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Birds vanishing in the Amazon represent a global shift in biodiversity

Birds vanishing in the Amazon represent a global shift in biodiversity. Birds that forage near the floor of the Amazon rainforest are vanishing, and these losses may have gone unnoticed without a long-term study by scientists at Louisiana State University (LSU). The team had been conducting field studies in the Amazon for years when they noticed that certain animals were becoming difficult to find.  

The Amazon is the world’s largest rainforest and contains an incredible amount of biodiversity. The region is also home to some of the only ecosystems on the planet that are largely protected from the pressures of human activities. However, the current research suggests that even the most pristine places are no longer protected from the impacts of climate change. 

Study lead author Professor Philip Stouffer began conducting research deep in the Amazon rainforest – north of Manaus, Brazil – when he was a postdoctoral researcher with the Smithsonian in 1991.

With funding from the National Science Foundation, Professor Stouffer monitored birds as part of the Biological Dynamics of Forest Fragments Project until 2016. Around 2008, Stouffer and his graduate students noticed they were having trouble finding some of the bird species they had monitored over the years.

“What we think is happening is an erosion of biodiversity, a loss of some of the richness in a place where we would hope biodiversity can be maintained,” said Professor Stouffer.

The researchers set out to investigate by collecting new data that could be compared to samples from the early 1980s. Using computer modeling, the team analyzed more than 35 years of data that included 55 sites.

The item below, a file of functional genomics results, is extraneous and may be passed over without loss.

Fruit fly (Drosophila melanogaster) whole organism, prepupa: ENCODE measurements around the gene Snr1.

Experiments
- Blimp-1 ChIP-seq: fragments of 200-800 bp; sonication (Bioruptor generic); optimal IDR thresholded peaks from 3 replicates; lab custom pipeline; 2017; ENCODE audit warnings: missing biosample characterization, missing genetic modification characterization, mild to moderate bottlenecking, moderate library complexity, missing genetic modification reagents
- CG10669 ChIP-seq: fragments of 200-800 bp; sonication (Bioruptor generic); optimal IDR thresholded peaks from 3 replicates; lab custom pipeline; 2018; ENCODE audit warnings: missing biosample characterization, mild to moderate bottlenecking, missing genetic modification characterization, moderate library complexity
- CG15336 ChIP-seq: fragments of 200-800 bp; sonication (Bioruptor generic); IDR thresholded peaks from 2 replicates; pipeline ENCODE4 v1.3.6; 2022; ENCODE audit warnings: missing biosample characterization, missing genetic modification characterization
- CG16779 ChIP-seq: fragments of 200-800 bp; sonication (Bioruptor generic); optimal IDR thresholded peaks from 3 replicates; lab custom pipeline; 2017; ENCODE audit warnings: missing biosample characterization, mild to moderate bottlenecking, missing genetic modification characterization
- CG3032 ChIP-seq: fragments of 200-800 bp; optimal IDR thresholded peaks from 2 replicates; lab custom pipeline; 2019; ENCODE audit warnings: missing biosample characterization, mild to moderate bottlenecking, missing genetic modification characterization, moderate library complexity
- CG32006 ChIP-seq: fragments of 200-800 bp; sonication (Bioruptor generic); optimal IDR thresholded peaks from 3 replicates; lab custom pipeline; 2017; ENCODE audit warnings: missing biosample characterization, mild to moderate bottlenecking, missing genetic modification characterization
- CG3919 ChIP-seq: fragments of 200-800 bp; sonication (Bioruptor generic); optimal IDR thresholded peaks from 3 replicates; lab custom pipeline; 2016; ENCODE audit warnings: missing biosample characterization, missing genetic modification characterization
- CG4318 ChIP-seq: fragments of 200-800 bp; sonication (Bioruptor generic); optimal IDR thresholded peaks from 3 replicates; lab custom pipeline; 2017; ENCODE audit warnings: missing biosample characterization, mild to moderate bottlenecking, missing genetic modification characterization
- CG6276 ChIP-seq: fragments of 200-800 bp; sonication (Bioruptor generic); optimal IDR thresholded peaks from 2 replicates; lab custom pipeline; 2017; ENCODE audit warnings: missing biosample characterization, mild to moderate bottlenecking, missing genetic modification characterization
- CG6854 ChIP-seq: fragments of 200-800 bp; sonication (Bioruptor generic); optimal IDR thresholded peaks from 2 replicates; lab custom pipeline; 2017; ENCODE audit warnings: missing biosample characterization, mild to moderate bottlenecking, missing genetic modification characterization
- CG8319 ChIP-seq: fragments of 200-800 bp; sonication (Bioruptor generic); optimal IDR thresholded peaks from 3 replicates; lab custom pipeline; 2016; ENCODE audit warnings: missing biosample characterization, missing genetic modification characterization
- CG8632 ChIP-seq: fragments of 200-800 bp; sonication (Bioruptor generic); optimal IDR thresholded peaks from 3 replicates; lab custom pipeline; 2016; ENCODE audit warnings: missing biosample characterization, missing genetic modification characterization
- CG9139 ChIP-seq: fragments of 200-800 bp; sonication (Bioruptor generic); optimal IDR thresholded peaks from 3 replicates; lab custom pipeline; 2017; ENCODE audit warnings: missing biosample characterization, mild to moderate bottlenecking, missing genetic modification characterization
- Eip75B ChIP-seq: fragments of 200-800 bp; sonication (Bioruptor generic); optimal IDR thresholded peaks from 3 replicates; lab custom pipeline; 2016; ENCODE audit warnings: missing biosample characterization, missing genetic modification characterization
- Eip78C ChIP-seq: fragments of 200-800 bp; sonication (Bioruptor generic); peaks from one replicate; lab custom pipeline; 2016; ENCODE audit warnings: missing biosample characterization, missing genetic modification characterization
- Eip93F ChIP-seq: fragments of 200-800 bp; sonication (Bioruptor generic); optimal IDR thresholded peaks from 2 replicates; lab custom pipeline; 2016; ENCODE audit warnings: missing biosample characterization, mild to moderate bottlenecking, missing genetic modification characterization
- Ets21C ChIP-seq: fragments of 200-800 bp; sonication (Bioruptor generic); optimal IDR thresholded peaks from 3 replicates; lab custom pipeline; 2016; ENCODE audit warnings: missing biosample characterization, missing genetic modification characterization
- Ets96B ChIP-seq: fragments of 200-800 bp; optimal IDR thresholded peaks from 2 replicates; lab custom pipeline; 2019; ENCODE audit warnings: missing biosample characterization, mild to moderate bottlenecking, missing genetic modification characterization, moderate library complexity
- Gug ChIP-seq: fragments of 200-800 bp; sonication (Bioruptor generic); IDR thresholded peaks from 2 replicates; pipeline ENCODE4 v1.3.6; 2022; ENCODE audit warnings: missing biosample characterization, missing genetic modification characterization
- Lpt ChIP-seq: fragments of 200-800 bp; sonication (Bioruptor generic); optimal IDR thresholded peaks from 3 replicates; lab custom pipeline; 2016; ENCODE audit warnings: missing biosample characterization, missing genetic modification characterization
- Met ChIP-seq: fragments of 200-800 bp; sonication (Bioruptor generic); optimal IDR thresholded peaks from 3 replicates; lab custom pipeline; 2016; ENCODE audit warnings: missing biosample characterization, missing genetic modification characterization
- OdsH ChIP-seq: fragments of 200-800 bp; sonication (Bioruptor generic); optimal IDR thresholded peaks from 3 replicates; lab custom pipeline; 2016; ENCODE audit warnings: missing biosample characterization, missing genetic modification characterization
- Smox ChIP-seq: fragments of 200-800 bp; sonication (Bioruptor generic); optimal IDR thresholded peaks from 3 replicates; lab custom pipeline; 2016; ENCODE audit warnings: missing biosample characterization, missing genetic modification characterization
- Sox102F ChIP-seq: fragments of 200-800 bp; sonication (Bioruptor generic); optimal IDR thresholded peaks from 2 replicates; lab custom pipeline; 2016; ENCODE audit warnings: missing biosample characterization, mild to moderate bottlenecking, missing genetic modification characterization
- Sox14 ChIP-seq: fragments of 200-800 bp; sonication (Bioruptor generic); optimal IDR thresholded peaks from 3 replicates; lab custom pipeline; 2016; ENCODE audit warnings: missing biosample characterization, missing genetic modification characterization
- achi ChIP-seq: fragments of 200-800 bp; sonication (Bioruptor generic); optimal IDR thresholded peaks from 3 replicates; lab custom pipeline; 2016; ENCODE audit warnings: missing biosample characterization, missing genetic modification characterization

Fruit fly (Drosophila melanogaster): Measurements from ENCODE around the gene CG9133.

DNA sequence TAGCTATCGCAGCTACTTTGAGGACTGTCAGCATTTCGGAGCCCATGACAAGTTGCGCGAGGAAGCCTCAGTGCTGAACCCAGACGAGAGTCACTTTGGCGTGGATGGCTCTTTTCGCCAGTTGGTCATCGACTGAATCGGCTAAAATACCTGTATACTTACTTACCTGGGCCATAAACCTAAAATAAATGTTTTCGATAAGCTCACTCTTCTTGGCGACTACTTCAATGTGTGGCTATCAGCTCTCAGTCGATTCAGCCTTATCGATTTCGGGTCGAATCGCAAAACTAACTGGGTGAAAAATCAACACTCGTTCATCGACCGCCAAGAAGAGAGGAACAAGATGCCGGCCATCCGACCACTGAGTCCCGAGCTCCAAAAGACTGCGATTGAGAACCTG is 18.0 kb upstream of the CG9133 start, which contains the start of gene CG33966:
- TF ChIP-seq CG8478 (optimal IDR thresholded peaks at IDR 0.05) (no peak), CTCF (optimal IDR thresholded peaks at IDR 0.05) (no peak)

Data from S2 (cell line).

“It’s a very robust dataset from a variety of places collected over many years. It’s not just some fluke. It looks like there’s a real pattern and it looks like it could be linked to things we know are happening with global climate change that are affecting even this pristine place,” said Professor Stephen Midway.

“Our nostalgia was correct – certain birds are much less common than they used to be,” said Professor Stouffer. “If animal patterns are changing in the absence of landscape change, it signals a sobering warning that simply preserving forests will not maintain rainforest biodiversity.”

Overall, the birds that have declined the most are species that live on or near the forest floor where they feed on insects. However, there is some variation in which of these birds have survived and which have begun to vanish. 

For example, the Wing-banded Antbird is one of the species that has become rare in recent decades. By contrast, the White-plumed Antbird has not declined and remains common. While both of these species hunt for insects on the forest floor, the White-plumed Antbird has a specific feeding strategy that seems to work to its advantage. These clever birds wait for swarms of marauding ants to stir up insects that are normally hidden on the forest floor and prey on them. 

The study also revealed that birds which also eat fruit are increasing in abundance. This suggests that omnivorous birds with more flexible diets can adjust to changing environmental conditions.

The experts say that further research is needed to better understand the hidden losses that are taking place in the Amazon rainforest, as well as in other regions. 

“The idea that things are changing, even in the most pristine parts of our planet yet we don’t even know it, illustrates the need for us to pay more attention,” said Professor Stouffer.

The study is published in the journal Ecology Letters.

By Chrissy Sexton, Staff Writer

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